Palubinskas took a position as shooting coach to Shaquille O'Neal with the Los Angeles Lakers for the 2000–01 NBA season.[13] Following the Lakers' triumph in the NBA, Palubinskas also received an NBA champion's ring.[14] He also worked with Brandon Bass, Dwight Howard,[15] Lisa Leslie and Lauren Jackson.[16] He has his own basketball school named The Palubinskas Basketball Academy.[17] Palubinskas published two instructional video tapes ("Secrets to Perfect Shooting Principles" and "The Shooters' Lab") on shooting technique.[12] In 2004, he published his findings on shooting the basketball in the FIBA Assist Magazine.[16]

Career highlights[edit]

  • "Mr. Basketball Australia" – 1970
  • 1972 and 1976 All-World Olympic Team
  • Most points scored in Olympic history (269) – 1976
  • Guinness book world record- most free throws (18) made in 2 minutes blindfolded in Phoenix AZ. at NBA ALL-Star weekend [18]
  • ACT Sport Hall of Fame inductee in 2021[19]

Personal life[edit]

Palubinskas was born to a Lithuanian father and a Russian mother.[20][21] Palubinskas is a member of the Church of Jesus Christ of Latter-day Saints.[22]


  1. ^ a b c Delliquanti, Don (8 January 1973). "Tiger cub from Canberra". Sports Illustrated Vault | SI.com. Archived from the original on 5 March 2021. Retrieved 10 October 2021.
  2. ^ Simpson, Malcolm. "Eddie Palubinskas - Australian Basketball's First Superstar". globalstarholidays.com.au. Retrieved 10 October 2021.
  3. ^ a b "History Of Basketball - Flames Basketball Club". GameDay. Retrieved 10 October 2021.
  4. ^ Worsham, Cody. "LEGENDS: Ed Palubinskas". Retrieved 10 October 2021.
  5. ^ "NJCAA All-Time Men's Basketball All-Americans (1950-present)". NJCAA Men's Basketball Record Book. Archived from the original on 10 October 2021.
  6. ^ "LSU 2020-21 MEN'S BASKETBALL RECORD BOOK" (PDF). Louisiana State University. Archived (PDF) from the original on 10 October 2021. Retrieved 10 October 2021.
  7. ^ Levinson, Mason (27 February 2015). "Bring It on LeBron, Says Free-Throw Specialist in Casino Contest". Bloomberg.com. Retrieved 27 April 2016.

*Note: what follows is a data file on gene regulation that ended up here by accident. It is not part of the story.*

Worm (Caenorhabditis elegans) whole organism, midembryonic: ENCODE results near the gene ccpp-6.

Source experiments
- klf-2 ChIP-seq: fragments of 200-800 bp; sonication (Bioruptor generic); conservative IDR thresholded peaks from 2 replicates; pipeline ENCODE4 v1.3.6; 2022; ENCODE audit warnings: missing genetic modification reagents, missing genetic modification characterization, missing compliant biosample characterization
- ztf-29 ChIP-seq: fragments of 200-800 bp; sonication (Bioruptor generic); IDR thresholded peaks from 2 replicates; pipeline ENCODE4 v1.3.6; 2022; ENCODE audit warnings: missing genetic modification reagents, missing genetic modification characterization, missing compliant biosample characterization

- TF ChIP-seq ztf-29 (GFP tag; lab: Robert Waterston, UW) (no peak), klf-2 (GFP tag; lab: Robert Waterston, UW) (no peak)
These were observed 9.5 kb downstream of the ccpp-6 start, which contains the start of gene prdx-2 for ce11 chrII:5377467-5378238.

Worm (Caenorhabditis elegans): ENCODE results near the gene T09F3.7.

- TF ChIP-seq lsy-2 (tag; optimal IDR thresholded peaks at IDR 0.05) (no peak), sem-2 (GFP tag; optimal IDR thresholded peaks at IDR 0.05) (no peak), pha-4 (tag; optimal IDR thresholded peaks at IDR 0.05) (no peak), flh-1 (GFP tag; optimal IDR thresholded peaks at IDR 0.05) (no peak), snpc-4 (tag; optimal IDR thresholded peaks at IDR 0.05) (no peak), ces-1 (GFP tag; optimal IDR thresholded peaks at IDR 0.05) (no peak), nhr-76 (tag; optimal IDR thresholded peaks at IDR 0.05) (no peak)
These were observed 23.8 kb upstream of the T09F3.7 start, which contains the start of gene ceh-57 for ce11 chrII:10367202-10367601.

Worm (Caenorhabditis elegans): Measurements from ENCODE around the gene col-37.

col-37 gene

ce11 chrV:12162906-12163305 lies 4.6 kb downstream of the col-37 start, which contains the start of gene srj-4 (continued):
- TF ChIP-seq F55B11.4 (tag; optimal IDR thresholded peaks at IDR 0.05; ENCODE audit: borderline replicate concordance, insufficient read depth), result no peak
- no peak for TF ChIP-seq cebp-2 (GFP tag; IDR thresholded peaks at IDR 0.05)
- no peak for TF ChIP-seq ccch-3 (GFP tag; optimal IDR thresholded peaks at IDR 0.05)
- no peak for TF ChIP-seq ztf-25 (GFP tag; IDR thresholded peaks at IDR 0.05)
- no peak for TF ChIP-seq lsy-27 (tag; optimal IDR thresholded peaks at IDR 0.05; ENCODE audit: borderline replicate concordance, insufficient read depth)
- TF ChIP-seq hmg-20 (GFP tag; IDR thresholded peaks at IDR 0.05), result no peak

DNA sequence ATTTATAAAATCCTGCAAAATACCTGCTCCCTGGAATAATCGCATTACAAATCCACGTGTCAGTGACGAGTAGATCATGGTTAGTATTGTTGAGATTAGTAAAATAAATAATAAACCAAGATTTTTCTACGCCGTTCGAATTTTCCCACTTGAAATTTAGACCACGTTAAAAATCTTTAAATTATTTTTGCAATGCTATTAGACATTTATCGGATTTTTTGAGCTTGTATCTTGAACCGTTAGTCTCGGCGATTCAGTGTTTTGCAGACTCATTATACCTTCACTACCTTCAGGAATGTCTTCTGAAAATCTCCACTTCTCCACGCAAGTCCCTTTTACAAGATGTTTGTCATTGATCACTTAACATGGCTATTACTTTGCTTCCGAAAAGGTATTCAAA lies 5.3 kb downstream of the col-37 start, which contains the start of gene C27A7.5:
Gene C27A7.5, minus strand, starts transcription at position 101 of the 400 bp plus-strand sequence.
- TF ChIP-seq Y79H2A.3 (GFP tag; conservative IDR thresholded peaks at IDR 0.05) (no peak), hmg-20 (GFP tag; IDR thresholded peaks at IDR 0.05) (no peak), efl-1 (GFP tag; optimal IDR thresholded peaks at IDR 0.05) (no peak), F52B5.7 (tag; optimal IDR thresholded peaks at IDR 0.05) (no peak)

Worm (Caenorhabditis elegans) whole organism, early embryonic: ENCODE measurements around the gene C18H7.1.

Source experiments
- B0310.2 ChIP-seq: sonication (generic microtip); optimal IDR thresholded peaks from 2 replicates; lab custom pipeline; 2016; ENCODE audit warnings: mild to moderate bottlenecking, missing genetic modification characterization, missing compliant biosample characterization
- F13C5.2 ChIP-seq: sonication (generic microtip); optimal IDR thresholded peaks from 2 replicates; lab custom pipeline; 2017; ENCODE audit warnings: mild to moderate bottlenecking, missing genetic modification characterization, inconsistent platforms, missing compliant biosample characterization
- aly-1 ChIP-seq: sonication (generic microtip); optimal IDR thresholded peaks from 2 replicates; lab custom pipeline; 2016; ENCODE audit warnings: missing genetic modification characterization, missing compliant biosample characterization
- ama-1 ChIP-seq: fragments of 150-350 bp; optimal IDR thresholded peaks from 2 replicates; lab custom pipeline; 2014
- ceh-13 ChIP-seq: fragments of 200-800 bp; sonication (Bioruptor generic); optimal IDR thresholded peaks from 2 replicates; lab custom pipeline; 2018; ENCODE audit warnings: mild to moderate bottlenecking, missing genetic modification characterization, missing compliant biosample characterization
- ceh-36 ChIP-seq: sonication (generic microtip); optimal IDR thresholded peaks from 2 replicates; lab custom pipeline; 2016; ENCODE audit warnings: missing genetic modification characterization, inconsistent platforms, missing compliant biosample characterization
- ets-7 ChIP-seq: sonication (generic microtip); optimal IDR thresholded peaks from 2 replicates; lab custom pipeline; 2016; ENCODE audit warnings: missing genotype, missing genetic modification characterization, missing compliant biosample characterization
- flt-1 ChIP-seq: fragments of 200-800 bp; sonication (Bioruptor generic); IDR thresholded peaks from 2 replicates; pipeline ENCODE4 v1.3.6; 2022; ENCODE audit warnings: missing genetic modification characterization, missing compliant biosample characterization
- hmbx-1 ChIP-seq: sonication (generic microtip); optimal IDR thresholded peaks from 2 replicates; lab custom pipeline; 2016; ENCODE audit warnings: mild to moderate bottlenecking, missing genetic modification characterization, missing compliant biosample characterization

8. ^ "Eddie Palubinskas". basketball-reference.com. Retrieved 30 July 2016.
  9. ^ "Ed Palubinskas, Australia's first basketball great". Australian Olympic Committee. 1 January 2009. Retrieved 25 June 2011.
  10. ^ "Ed Palubinskas". Basketball Australia. Retrieved 30 July 2016.[permanent dead link]
  11. ^ Grasso, John (2011). Palubinskas, Edward Sebastian "Eddie". In: Historical Dictionary of Basketball. Scarecrow Press. p. 282. ISBN 978-0-8108-6763-5.
  12. ^ a b "A true charity stripe artist". Deseret News. 25 March 2001. Archived from the original on 10 October 2021. Retrieved 10 October 2021.
  13. ^ "Kaip lietuvio sūnus Palubinskas Shaqą baudas mesti mokė/ Interview with Shaqs coach Palubinskas". SportoTV (in Lithuanian). Archived from the original on 15 December 2021. Retrieved 23 July 2013.
  14. ^ "Australijos legenda: lietuvių kilmės genijus, išmokęs mesti baudas Shaquille'ą O'Nealą". 24sek.lt (in Lithuanian). Retrieved 30 July 2016.
  15. ^ "Mystery at the charity stripe: What has happened to the free throw?". Chicago Tribune. 15 March 2014. Retrieved 27 April 2016.
  16. ^ a b Palubinskas, Ed (2004). "The Jump Shot" (PDF). FIBA Assist Magazine: 6–11.
  17. ^ "The Palubinskas Basketball Academy". Facebook.com. Retrieved 30 July 2016.
  18. ^ Guinness World Records 2010: Thousands of New Records in The Book of the Decade!, Craig Glenday, p. 456.
  19. ^ Helmers, Caden (27 November 2021). "Shaq, shots and Olympic records: Eddie Palubinskas is an Australian basketball trailblazer". Canberra Times. Retrieved 27 November 2021.
  20. ^ "Anti-Hack-A-Shaq Coach Palubinskas". Pro Bball Report. 25 July 2013. Retrieved 4 January 2016.
  21. ^ "LEGENDS ISSUE: Perfection, at the line and in life, is the goal Ed Palubinskas, the world's greatest free throw shooter, aims for". Tiger Rag Magazine. 13 July 2015. Archived from the original on 6 September 2015. Retrieved 4 January 2016.
  22. ^ Deseret News 1999-2000 Church Almanac. Salt Lake City, UT: Deseret News. 1998. p. 555. ISBN 1573454915.

External links[edit]